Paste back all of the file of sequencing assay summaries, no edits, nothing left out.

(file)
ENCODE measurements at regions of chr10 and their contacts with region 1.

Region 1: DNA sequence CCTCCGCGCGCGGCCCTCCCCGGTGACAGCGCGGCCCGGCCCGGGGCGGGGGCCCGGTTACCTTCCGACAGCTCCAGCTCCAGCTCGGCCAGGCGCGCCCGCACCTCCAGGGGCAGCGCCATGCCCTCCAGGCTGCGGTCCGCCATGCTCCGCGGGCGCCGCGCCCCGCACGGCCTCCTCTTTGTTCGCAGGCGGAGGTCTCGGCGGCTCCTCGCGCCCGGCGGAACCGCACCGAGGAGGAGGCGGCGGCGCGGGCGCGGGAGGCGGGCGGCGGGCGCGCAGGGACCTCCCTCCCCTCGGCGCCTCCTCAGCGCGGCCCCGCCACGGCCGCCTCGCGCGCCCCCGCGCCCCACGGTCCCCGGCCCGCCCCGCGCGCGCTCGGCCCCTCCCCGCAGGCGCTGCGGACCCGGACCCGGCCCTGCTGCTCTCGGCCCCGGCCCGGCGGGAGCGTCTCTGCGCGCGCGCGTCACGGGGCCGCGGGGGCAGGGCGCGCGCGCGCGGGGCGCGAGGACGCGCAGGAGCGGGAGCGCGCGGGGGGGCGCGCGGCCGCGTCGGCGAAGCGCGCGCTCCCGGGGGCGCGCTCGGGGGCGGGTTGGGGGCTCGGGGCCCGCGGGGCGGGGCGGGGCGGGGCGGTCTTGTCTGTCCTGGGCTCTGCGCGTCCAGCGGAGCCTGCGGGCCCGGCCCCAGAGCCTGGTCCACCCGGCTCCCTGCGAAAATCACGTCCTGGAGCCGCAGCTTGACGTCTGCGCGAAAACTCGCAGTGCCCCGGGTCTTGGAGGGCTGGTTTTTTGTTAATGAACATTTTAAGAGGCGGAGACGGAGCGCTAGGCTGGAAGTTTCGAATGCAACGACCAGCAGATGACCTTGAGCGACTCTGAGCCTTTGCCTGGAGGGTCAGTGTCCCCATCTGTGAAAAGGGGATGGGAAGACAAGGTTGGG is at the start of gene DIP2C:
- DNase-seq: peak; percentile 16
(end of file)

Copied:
ENCODE measurements at regions of chr10 and their contacts with region 1.

Region 1: DNA sequence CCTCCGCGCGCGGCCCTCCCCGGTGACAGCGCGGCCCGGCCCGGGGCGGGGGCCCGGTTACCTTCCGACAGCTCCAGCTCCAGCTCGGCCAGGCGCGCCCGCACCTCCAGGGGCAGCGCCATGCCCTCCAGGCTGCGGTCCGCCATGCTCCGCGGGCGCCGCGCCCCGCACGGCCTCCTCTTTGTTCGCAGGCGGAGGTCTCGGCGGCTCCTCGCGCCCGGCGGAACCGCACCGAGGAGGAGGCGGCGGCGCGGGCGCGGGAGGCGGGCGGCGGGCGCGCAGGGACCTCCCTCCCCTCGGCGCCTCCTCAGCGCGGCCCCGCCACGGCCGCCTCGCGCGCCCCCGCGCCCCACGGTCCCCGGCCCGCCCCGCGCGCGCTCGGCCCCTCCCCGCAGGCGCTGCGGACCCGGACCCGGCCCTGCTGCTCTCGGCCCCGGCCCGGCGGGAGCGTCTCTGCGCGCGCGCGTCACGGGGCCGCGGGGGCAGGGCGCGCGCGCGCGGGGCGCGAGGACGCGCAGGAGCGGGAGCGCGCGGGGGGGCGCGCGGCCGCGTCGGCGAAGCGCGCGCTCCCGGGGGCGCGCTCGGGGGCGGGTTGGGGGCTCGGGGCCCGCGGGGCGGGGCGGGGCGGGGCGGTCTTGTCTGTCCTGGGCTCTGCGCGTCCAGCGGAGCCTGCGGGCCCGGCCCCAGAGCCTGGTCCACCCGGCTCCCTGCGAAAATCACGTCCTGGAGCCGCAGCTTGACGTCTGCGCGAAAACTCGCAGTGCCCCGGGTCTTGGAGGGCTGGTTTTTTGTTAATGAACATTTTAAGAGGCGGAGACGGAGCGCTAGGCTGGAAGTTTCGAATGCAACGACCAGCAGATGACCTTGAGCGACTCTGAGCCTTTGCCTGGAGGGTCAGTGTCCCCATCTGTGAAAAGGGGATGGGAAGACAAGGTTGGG is at the start of gene DIP2C:
- DNase-seq: peak; percentile 16